• It doesn’t “just works” to use it properly you need to enable iCloud Music Library. Which you need to match your music. For people that don’t want their libraries messed up, the service is crippled unless you enable this. You cant save playlists etc. I gave the service a chance, its meant to improve in iOS 9 which I will try it again, but at the moment. Its not a great service. Its a confusing mess, and is not about change. Once its cleaned up then I guess people will be willing to switch.

    That being said it has potential and the catalogue is however great, once they sort out the kinks, I am sure it will be a great service.

  • johnbobohn

    My only real issue with Apple Music is that even after the iOS 8.4.1 update, anytime I set a playlist to be Available Offline it downloads all the songs and then I check the playlist and they are still not downloaded; only available via streaming. Then, I completely reset everything (sign out, turn of iCloud Music Library, sign back in, turn iCloud Music Library back on) and then I open the Music app and it starts automatically downloading music again even though I did not tell it to download anything. And then, to make it even more frustrating, the songs are STILL not showing as available for offline use and they keep downloading the same songs over and over again without me even initiating a re-download! Then I ended up having to restore my phone completely because it said my 128GB iPhone 6 had about 45GB of “Other” space being taken up; which I can only assume was the thousands of songs that downloaded dozens of times saved in a cache somewhere but were not showing up as available for offline use! And then, even after restoring and starting everything over, I am having all the same issues (except the huge amount of “Other” space being used). I haven’t given up, but I feel completely lost and like this is not going to work despite all the bugs supposedly being fixed in iOS 8.4.1 and the latest iTunes release (though my issues have all been iOS related).

  • MWinNYC

    Apple Music is a MESS! I can’t get my playlists to play past the first song. I downloaded a few songs- extremely poor sound quality with obvious skipping. Music is just another Apple disaster like Ping, Maps, etc. I’m sticking with Pandora for now (which Apple should have bought a long time ago when it had the chance). Looking forward to some of their new hardware this Fall, though- that’s what Apple does best!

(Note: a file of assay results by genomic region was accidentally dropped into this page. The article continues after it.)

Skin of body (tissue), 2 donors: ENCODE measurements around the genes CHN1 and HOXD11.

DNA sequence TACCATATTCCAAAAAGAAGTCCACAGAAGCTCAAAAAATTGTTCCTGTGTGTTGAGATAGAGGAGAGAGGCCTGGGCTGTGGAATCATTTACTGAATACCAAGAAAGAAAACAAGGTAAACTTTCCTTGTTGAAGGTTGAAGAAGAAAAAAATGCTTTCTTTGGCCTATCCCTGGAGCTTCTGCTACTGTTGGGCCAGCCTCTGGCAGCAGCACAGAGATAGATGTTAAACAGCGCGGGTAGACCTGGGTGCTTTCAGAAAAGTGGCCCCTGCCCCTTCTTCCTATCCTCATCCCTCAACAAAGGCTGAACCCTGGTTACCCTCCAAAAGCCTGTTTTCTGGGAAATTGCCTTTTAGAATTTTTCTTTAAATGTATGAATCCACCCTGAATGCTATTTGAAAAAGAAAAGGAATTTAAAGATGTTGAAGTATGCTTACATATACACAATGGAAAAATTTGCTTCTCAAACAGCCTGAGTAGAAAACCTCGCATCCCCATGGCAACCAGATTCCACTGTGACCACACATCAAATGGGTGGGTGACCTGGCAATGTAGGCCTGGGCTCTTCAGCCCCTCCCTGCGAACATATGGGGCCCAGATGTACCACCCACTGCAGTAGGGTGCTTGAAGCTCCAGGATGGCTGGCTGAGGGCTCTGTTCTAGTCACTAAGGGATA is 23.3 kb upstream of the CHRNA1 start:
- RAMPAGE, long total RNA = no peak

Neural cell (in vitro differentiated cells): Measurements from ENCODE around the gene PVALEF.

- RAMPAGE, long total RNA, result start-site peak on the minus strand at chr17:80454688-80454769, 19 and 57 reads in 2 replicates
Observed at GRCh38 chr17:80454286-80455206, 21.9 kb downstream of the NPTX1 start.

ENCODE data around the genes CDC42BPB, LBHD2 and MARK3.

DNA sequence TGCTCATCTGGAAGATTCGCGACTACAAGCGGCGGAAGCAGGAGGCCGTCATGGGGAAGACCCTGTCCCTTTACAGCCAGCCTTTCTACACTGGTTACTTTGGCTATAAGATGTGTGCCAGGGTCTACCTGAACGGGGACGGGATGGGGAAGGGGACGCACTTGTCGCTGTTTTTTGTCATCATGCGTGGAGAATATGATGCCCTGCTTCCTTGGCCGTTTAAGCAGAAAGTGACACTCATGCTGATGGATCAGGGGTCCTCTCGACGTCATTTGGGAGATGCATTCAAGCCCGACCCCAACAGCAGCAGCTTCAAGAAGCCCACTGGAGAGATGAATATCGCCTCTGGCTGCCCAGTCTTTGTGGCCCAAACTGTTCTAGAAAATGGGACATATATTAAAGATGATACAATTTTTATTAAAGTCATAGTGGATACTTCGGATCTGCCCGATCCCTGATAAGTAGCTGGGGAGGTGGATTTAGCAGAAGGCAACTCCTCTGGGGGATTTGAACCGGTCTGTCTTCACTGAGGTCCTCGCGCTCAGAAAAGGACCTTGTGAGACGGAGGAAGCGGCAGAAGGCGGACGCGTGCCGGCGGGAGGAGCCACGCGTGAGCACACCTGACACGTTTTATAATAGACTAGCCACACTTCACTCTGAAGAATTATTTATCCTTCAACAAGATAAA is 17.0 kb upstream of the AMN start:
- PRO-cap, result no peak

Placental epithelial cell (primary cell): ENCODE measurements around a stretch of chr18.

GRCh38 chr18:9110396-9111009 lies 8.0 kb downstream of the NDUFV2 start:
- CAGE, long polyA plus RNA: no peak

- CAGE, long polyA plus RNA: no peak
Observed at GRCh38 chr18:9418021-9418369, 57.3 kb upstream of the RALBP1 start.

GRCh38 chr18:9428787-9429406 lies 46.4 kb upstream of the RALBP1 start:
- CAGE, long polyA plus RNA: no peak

• virduk

    Well Idisabled autorenew and mostly gave up because I was sick of fighting Apple Music to sync my music with icloud. It didnt just work, unlike Google Music where it does.

  • I agree with the author. I am also a former Rdio and Spotify user, and was ticked off with Apple Music and its numerous bugs at first … but they’re straightening those bugs out, and combined with the 15,000 songs or so I already own on iTunes, Apple Music is a seamless way to just stick with iTunes and Airplay to my home stereo.
    That said, with such a large library, I wish Apple would release a larger iPod Touch (256 GB) – but I get that’s the dinosaur in me talking.

  • Ryan

    Spotify is 100% better and make sure to turn your auto renew off before Sept. 1.

  • Matthew Stough

    My reservation is simple…I’m on a fixed data plan. How much data are you now consuming additional to normal use after using Apple Music? I’m curious

    • Richard Ludwig

      I was on 2 GB and was using 1.25 – 1.5 GB. After Apple Music I upped to 4 GB, but rarely use more than 2.5 with “carefree streaming”.

    • If you are on T-Mobile, streaming Apple Music is completely free and doesn’t dip into your data plan.

  • UZ

    I am a big Apple fan. But I am not a fan of Apple music, as it is yet another product (like Maps and Siri) that’s not been properly South Africanised (where I live). The music choice is very limited, it doesn’t give me a choice to choose those artists I have in my music, but rather lists artists I don’t know, it shows Afrikaans (a language) as a genre, in stead of mixing it into the genres, and I can go on. The fact that I cannot find 2/3 of the music I own in iTunes on Apple Music means I will have to pay for something that doesn’t give me what I want. So Rob, I disagree. It doesn’t just work. And it’s not worth the price of admission. Maybe in the USA, but definitely not here in South Africa.

  • distanskunk